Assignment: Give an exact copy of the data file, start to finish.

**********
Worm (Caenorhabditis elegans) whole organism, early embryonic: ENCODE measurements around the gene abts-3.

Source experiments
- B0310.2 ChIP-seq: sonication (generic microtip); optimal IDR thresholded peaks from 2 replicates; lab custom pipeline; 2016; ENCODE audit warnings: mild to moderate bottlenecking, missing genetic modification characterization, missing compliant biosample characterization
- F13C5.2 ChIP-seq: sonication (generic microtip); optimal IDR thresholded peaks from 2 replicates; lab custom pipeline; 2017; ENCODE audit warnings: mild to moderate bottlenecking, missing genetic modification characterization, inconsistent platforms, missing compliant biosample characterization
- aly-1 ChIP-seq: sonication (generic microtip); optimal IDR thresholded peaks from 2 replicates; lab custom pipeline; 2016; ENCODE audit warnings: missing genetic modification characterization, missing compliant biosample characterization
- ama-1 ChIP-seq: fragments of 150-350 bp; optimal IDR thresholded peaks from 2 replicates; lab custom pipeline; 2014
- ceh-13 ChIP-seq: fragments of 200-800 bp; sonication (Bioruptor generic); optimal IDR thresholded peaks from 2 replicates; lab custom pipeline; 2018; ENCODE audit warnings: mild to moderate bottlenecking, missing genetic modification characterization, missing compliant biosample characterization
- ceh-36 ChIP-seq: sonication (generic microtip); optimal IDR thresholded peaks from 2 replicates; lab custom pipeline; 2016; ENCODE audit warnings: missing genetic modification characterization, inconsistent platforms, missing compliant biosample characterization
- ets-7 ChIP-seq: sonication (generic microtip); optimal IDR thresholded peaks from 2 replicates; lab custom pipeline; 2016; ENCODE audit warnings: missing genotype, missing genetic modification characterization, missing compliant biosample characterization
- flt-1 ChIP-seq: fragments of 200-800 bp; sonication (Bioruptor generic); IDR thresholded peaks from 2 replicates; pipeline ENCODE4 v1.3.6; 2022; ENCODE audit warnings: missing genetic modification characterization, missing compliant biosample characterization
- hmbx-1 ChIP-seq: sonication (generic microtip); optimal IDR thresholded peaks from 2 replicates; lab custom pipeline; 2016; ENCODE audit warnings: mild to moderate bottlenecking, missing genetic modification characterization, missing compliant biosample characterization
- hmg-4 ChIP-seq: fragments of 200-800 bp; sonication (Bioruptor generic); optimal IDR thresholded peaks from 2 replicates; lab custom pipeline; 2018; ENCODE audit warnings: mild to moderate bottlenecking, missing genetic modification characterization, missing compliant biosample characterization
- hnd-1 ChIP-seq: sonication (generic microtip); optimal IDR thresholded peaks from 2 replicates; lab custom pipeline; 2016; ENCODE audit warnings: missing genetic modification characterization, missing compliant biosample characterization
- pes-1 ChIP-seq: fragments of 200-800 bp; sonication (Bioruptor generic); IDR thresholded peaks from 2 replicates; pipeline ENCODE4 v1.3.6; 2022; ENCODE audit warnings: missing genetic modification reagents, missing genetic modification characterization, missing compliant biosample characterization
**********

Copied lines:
Worm (Caenorhabditis elegans) whole organism, early embryonic: ENCODE measurements around the gene abts-3.

Source experiments
- B0310.2 ChIP-seq: sonication (generic microtip); optimal IDR thresholded peaks from 2 replicates; lab custom pipeline; 2016; ENCODE audit warnings: mild to moderate bottlenecking, missing genetic modification characterization, missing compliant biosample characterization
- F13C5.2 ChIP-seq: sonication (generic microtip); optimal IDR thresholded peaks from 2 replicates; lab custom pipeline; 2017; ENCODE audit warnings: mild to moderate bottlenecking, missing genetic modification characterization, inconsistent platforms, missing compliant biosample characterization
- aly-1 ChIP-seq: sonication (generic microtip); optimal IDR thresholded peaks from 2 replicates; lab custom pipeline; 2016; ENCODE audit warnings: missing genetic modification characterization, missing compliant biosample characterization
- ama-1 ChIP-seq: fragments of 150-350 bp; optimal IDR thresholded peaks from 2 replicates; lab custom pipeline; 2014
- ceh-13 ChIP-seq: fragments of 200-800 bp; sonication (Bioruptor generic); optimal IDR thresholded peaks from 2 replicates; lab custom pipeline; 2018; ENCODE audit warnings: mild to moderate bottlenecking, missing genetic modification characterization, missing compliant biosample characterization
- ceh-36 ChIP-seq: sonication (generic microtip); optimal IDR thresholded peaks from 2 replicates; lab custom pipeline; 2016; ENCODE audit warnings: missing genetic modification characterization, inconsistent platforms, missing compliant biosample characterization
- ets-7 ChIP-seq: sonication (generic microtip); optimal IDR thresholded peaks from 2 replicates; lab custom pipeline; 2016; ENCODE audit warnings: missing genotype, missing genetic modification characterization, missing compliant biosample characterization
- flt-1 ChIP-seq: fragments of 200-800 bp; sonication (Bioruptor generic); IDR thresholded peaks from 2 replicates; pipeline ENCODE4 v1.3.6; 2022; ENCODE audit warnings: missing genetic modification characterization, missing compliant biosample characterization
- hmbx-1 ChIP-seq: sonication (generic microtip); optimal IDR thresholded peaks from 2 replicates; lab custom pipeline; 2016; ENCODE audit warnings: mild to moderate bottlenecking, missing genetic modification characterization, missing compliant biosample characterization
- hmg-4 ChIP-seq: fragments of 200-800 bp; sonication (Bioruptor generic); optimal IDR thresholded peaks from 2 replicates; lab custom pipeline; 2018; ENCODE audit warnings: mild to moderate bottlenecking, missing genetic modification characterization, missing compliant biosample characterization
- hnd-1 ChIP-seq: sonication (generic microtip); optimal IDR thresholded peaks from 2 replicates; lab custom pipeline; 2016; ENCODE audit warnings: missing genetic modification characterization, missing compliant biosample characterization
- pes-1 ChIP-seq: fragments of 200-800 bp; sonication (Bioruptor generic); IDR thresholded peaks from 2 replicates; pipeline ENCODE4 v1.3.6; 2022; ENCODE audit warnings: missing genetic modification reagents, missing genetic modification characterization, missing compliant biosample characterization